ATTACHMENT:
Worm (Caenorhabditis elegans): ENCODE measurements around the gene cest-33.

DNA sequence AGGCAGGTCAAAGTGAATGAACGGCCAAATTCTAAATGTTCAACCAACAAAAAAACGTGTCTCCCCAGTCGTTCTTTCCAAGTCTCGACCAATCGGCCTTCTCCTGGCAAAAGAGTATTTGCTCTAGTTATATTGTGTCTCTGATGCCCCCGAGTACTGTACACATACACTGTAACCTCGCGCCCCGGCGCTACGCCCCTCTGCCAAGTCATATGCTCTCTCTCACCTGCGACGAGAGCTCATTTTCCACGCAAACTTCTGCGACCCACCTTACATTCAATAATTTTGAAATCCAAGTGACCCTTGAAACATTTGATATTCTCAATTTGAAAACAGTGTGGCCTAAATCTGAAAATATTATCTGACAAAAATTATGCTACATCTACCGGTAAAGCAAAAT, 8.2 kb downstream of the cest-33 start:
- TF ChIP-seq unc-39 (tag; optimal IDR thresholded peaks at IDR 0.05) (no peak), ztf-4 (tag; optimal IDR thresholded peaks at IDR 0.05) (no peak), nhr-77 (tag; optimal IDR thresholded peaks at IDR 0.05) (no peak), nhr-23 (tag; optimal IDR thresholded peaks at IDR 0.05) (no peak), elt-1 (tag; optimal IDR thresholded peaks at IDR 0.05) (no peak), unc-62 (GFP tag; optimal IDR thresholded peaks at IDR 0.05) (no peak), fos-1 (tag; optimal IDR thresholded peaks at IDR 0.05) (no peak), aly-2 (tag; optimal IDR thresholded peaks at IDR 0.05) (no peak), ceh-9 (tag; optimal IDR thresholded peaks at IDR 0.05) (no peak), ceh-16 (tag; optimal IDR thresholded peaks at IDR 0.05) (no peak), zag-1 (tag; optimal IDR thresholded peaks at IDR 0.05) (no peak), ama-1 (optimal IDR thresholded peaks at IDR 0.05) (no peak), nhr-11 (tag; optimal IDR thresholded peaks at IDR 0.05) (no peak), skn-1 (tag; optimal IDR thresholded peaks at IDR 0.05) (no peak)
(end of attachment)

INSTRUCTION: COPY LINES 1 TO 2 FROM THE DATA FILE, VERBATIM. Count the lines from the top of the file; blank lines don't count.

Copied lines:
Worm (Caenorhabditis elegans): ENCODE measurements around the gene cest-33.

DNA sequence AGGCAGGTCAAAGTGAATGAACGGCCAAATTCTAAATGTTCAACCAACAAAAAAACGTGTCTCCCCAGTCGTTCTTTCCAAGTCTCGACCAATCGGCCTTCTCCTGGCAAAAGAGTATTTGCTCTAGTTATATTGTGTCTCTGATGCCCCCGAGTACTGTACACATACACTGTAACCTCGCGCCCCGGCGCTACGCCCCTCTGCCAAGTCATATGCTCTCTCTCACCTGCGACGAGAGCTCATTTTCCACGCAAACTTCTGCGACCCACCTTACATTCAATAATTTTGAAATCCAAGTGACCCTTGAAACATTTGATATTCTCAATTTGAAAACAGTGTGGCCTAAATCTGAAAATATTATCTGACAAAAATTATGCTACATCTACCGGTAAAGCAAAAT, 8.2 kb downstream of the cest-33 start: